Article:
The reasons black soldier fly larvae may be growing slow & small may be because of the foods, the space for each larvae or the temperature & humidity. Together, let's come see why and how to help the larvae grow bigger and faster.

#1. Temperature for larvae

BSF do well in temperatures from 24-30C (75.2-86F). If it gets too hot, they may need to spend extra energy to find a cooler space around. Which takes some more time & may cause them to grow slower and small.

The heat issue is usually caused by a dense growing population. This means less food for each larvae in one space. The larvae at the very bottom may not get as much foods and oxygen as the ones on top. This leads to larvae growing big & small in one growing area and the larvae may not be in even sizes.

At the other extreme, cold temperatures may cause the larvae growth to slow down. Below 65F (18C), the larvae may go into dormancy. Their metabolism works slower at this point. They eat less & thus grow much smaller and slower. The larvae won't die but they are just in sleeping mode. When it warms up, they will naturally wake up and be active again.

So to fix this:

If it gets too hot

Try spacing out your larvae. Larvae raised in a more spacious place tend to grow bigger & faster than those in a crowded area.

Also, check your growing medium. Does it get too hot when the larvae are munching on it? Rice bran or wheat bran, for example, has a tendency to get quite hot in the feeding area. You can try mixing in some spacers like the fruit of the cashew, beer grains or some cassava to dissipate the heat.

You can also tell that it's getting too hot by noticing a slight ammonia smell around your larvae feeding area. You may see some condensation around the edges of the box. Also, larvae may be trying to get up & out of the box to find a cooler place to live. These are signs that we may need to make some changes.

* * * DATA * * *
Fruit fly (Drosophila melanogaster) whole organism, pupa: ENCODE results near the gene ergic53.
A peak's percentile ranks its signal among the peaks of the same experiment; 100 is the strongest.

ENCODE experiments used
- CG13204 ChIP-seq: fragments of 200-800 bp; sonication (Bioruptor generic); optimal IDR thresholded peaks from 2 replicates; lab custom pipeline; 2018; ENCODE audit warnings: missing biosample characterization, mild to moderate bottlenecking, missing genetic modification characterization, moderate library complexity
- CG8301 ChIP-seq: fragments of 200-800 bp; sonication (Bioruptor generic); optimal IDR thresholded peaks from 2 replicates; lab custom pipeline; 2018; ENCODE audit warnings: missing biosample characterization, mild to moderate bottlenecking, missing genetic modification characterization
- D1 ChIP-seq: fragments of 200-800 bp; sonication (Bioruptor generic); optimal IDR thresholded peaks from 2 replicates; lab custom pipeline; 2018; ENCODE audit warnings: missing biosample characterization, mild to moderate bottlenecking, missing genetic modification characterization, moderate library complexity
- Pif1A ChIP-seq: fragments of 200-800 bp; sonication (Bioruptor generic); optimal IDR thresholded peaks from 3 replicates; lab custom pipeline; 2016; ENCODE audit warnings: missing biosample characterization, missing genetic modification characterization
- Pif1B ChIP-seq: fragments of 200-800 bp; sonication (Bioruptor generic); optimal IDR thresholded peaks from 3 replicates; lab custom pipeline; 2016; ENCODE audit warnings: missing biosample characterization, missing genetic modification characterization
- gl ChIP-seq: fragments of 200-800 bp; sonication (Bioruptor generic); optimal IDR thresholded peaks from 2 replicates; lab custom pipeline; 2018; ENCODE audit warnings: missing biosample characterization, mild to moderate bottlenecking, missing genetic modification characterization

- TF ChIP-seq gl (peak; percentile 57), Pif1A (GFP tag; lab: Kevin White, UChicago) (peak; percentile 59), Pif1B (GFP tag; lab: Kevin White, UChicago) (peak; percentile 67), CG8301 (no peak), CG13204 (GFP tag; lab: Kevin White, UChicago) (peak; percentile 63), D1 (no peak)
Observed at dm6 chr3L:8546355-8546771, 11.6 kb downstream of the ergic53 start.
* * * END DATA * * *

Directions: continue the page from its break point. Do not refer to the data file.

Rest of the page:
Secondly:

If it gets too cold

At night, when temperatures drop below the ideal point, cover your larvae with a piece of fabric to keep them warm. A little light bulb will do the job. In the winter months, you can make the population more dense. Each larvae is a little heater themselves. So their body temperature will hopefully keep the other larvae in the family warm.

Also, to help your BSF larvae grow bigger and stronger, check the:

#2. Foods for larvae

One reason why the larvae is taking a long time to consume the foods is because the foods may have a higher protein amount than the other kinds. For example, in a little experiment, they find that it takes longer for the larvae to eat on a fish-only diet than a veggie-only diet.

Diet Days to finish eating
Standard 17-19
Veggie 22-26
Fish 33-39

This may be the reason that many growers share with each other, that is, if there's still food the larvae may stay to eat for a bit longer. In this case, the standard mix they use is a mix of:

  • Alfalfa meal (30%)
  • Wheat bran (50%)
  • Cornmeal (20%)

They then mix that with pelleted peanut hulls at a 1:1 ratio. Finally, water is mixed in at 5 parts diet : 6 parts water (~60% moist) to get the final mix. The larvae finish this food the fastest out of the three.

On the other side of the story, growers share that the larvae growing small may be because there's little nutrient in the foods. For example, larvae fed on a plants-only diet tend to be smaller than those fed on meats or starch. Some foods that have given good results are:

  • Yam/potato
  • Soybean meal
  • Chicken feed
  • Fish/meats
  • Banana tree

The larvae don't seem to grow very big on cow dung. You can see the result of a small experiment here. The larvae are both ten days old. One box is fed using soybean meal & the other is fed on cow dung.

ten-days-old-larvae-cow-dung-soybean-meal-size-comparison.jpg

The results are interesting to investigate further.

The study we talked about can be found here:

The Intestinal Microbiota of Hermetia illucens Larvae Is Affected by Diet and Shows a Diverse Composition in the Different Midgut Regions
The larva of the black soldier fly (Hermetia illucens) has emerged as an efficient system for the bioconversion of organic waste. Although many research efforts are devoted to the optimization of rearing conditions to increase the yield of the bioconversion process, microbiological aspects related t…

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